EEPROM not reliable?

Hi Arduinoheads,

I've been using the EEPROM lately to store data that needs to be persistent. However, sometimes this data needs to be changed.
For some reason, whenever I try to read newly stored data from the EEPROM, the board returns data that I never inputted! This data looks corrupted, e.g. whenever i want to store a string like this: "abcdef", it returns "R: ''"

Any idea what might be the problem?

Edit:

I use this routine to store the string

// Declared Variable at the top of the sketch
char thisString[7] = "abc123";

// Somewhere down in the sketch
void storeString(){

eeprom_write_block( (void *)thisString, (void *)20, 7);

}

Is it perhaps a wrong declaration of the char array size? :-/

What library are you using?

I use a standard EEPROM library, as suggested somewhere else on the forum

It's this line

#include <avr/eeprom.h>

So, the write looks OK. What does your call to read the data look like?

eeprom_read_block( (void *)thisString, (void *)20, 7);

Do you perhaps know more about strings (char arrays) ?

E.g.: thisString[7] = "abc123"

What will thisString[0] return?
And what about thisString[3]?

A string is a NULL terminated array of characters. So, in your example, thisString[0] is an 'a' and thisString[3] is a '1'.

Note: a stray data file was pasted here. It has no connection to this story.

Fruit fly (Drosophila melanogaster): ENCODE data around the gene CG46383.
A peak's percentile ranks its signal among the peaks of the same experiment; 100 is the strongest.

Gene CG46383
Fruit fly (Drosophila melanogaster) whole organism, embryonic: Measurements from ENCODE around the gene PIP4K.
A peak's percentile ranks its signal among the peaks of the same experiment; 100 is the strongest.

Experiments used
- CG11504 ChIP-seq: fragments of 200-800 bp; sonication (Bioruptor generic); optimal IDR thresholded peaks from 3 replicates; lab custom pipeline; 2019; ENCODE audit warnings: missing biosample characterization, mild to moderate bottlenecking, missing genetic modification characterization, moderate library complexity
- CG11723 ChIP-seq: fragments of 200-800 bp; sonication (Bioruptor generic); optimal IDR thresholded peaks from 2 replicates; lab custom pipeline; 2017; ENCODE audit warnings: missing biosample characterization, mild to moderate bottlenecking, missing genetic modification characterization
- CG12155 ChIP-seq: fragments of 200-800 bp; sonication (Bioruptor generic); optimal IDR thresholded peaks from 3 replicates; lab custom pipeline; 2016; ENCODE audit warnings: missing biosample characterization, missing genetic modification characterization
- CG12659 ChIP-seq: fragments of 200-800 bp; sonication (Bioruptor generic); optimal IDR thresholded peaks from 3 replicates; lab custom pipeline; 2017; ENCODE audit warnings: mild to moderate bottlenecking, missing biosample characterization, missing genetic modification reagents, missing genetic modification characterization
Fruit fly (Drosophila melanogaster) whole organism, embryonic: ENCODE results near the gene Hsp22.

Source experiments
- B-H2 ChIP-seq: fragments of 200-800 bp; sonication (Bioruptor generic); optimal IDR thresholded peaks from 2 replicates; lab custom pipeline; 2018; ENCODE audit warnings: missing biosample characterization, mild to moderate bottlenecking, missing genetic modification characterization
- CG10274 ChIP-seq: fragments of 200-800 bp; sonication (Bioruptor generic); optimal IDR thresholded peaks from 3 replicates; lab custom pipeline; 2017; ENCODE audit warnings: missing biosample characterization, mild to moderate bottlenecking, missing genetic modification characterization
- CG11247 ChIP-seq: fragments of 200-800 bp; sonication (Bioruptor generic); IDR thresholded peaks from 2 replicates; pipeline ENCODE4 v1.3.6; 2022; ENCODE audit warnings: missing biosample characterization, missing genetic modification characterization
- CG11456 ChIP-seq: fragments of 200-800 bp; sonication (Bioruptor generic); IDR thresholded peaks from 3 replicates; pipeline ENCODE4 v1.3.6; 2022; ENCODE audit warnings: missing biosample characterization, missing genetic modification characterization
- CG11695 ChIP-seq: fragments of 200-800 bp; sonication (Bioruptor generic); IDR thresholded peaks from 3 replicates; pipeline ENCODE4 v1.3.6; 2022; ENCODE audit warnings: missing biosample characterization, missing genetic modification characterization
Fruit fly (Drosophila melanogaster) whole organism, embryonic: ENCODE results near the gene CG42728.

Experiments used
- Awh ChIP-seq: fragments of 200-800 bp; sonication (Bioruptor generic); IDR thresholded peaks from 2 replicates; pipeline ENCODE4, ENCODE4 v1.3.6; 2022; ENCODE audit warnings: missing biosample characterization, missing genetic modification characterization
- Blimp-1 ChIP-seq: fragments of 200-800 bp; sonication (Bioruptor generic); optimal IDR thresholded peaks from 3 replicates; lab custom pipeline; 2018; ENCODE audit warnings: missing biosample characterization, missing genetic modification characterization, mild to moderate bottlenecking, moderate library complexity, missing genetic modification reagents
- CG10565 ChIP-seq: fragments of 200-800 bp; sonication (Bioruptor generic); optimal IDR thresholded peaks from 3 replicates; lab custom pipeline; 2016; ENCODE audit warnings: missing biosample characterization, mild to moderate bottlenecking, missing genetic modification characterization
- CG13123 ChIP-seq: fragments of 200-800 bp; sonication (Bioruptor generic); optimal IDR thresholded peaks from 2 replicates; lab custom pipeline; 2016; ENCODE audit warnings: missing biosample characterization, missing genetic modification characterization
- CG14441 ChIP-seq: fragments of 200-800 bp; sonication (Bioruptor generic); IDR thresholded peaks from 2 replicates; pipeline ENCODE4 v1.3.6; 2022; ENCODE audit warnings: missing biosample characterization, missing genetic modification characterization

For the write/read of EEPROM issue, I'd use a variable to hold the location value, instead of a constant.

If thisString[0] is an 'a' and thisString[3] is a '1', then I'd assume I would have 8 positions in the char array (so: 7 chars + '\0')
However, and this is why I ask, when I initialize thisString like this:

thisString[6] = "abc123"

The compiler says that there is not enough space to store "abc123" in it. That contradicts with the postulate of having position 0 as a valid place for a char, doesn't it? :-?

The value you provide for the array size is the SIZE of the array, not the maximum position.
If you have "char thisString[6]", it contains six positions indexed from thisString[0] to thisString[5]

The following sketch seems to work as I'd expect it to.

void loop()
{
  eeprom_write_block(mystring, (void *)20, sizeof(mystring));
  Serial.print("Wrote: ");
  Serial.println(mystring);
  eeprom_read_block(mystring, (void *)20, sizeof(mystring));
  Serial.print("Read: ");
  Serial.println(mystring);
  eeprom_write_block("erase", (void *)20, sizeof(mystring));
  Serial.print("Wrote: ");
  Serial.println("erase");
  eeprom_read_block(mystring, (void *)20, sizeof(mystring));
  Serial.print("Read: ");
  Serial.println(mystring);
  delay(10000);
}

Perhaps something else is wrong with your sketch; using too much RAM, perhaps?